Recalled as the lover and patron of Robert Mapplethorpe, Sam Wagstaff here takes centre stage as a leading American intellectual and cultural visionary. Philip Gefter traces Wagstaff's evolution from society "bachelor" of the 1940s to his emergence as rebellious curator. In 1972, his meeting with twenty-five-year-old Mapplethorpe, would lead to his legacy as world-class photography collector and cultural arbiter.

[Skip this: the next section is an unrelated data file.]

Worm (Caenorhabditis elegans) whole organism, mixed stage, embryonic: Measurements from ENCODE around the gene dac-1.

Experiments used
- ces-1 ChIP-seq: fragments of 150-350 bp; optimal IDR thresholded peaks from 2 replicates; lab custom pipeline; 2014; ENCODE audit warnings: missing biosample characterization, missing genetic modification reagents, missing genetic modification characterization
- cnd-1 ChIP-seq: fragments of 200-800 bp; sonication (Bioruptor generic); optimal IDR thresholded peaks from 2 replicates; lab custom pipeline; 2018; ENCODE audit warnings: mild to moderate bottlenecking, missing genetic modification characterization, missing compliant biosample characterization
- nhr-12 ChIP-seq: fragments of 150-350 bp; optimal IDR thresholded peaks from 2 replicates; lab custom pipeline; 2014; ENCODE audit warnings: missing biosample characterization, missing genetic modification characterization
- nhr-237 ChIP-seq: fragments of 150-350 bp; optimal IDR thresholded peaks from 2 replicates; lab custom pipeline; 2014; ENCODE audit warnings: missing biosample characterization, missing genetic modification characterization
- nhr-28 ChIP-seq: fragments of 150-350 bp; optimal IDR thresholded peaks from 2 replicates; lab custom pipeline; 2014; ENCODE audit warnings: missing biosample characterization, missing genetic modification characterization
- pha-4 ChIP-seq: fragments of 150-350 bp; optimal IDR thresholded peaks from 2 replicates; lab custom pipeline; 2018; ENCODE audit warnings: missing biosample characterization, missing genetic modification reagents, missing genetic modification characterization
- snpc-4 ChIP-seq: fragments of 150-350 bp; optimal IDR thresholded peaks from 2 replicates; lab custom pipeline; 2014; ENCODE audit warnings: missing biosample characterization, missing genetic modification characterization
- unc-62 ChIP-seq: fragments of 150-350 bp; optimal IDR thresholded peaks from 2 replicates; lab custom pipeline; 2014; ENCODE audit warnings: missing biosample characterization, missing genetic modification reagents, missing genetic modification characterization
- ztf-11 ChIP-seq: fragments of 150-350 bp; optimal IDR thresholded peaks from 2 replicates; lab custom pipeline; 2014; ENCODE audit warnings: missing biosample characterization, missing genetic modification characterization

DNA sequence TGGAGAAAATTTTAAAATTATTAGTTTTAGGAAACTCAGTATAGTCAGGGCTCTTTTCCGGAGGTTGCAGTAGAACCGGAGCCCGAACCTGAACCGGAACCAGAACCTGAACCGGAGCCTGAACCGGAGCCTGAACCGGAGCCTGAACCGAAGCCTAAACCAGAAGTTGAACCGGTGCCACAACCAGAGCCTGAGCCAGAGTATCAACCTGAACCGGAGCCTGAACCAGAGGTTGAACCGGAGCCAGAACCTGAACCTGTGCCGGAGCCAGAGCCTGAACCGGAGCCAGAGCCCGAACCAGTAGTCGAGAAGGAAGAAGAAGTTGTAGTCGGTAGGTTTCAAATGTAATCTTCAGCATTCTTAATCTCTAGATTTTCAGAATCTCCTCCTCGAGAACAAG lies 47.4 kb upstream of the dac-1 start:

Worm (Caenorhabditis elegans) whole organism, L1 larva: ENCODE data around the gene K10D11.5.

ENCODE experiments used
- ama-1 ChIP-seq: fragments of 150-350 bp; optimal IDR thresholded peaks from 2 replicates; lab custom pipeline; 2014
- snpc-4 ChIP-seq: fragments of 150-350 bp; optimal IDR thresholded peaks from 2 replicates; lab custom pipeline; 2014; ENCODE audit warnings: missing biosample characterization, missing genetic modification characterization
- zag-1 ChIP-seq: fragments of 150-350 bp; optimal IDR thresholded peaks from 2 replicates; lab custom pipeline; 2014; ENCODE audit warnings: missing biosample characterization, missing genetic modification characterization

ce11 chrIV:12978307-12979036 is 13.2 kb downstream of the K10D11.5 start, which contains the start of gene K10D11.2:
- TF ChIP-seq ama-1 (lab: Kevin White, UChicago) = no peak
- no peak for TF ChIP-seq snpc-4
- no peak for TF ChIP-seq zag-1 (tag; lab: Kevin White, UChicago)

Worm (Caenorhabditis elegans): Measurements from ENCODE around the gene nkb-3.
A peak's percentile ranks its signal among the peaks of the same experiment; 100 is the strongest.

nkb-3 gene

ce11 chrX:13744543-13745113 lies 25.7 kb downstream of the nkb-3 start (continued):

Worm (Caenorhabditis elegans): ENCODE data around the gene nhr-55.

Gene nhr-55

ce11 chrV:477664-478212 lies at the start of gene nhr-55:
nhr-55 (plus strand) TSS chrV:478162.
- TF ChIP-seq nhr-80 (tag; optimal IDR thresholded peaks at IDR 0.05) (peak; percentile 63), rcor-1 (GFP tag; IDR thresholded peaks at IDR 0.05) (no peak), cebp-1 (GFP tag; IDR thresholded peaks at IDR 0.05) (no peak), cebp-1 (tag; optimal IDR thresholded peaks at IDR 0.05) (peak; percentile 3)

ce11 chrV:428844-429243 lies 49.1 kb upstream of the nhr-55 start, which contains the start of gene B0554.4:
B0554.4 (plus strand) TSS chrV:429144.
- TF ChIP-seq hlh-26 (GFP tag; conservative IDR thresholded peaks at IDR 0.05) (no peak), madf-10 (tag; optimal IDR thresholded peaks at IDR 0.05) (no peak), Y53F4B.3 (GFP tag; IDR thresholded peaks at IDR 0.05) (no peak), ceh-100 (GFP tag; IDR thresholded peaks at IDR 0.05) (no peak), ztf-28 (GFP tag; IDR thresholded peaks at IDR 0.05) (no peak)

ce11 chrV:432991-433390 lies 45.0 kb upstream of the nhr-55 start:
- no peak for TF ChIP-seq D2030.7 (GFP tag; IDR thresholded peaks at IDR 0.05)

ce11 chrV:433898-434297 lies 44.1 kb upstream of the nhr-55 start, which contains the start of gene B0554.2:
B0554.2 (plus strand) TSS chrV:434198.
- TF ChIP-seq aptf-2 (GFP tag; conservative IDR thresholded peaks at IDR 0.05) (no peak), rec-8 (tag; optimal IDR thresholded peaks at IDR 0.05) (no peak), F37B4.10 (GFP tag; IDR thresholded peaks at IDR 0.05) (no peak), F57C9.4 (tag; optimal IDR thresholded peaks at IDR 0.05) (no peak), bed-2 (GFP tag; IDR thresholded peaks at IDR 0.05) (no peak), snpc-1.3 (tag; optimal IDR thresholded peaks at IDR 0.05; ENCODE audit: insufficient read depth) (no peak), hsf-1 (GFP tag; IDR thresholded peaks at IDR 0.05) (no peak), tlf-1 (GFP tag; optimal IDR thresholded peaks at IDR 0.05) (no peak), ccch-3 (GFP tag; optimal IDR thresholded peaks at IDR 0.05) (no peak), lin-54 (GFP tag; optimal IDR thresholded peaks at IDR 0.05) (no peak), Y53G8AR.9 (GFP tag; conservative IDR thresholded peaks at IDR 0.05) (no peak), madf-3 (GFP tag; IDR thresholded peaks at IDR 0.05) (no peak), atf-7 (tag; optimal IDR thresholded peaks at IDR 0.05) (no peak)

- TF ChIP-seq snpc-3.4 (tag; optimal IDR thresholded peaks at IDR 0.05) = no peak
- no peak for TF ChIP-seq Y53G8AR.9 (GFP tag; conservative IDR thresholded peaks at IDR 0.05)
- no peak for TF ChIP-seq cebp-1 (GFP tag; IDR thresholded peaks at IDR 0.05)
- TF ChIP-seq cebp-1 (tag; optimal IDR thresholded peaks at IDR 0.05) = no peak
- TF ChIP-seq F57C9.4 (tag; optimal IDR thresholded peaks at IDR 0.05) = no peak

Positioning Wagstaff's personal life against the rise of photography as a major art form and the simultaneous formation of the gay rights movement, Gefter's absorbing biography provides a searing portrait of New York just before and during the age of AIDS. The result is a definitive and memorable portrait of a man and an era.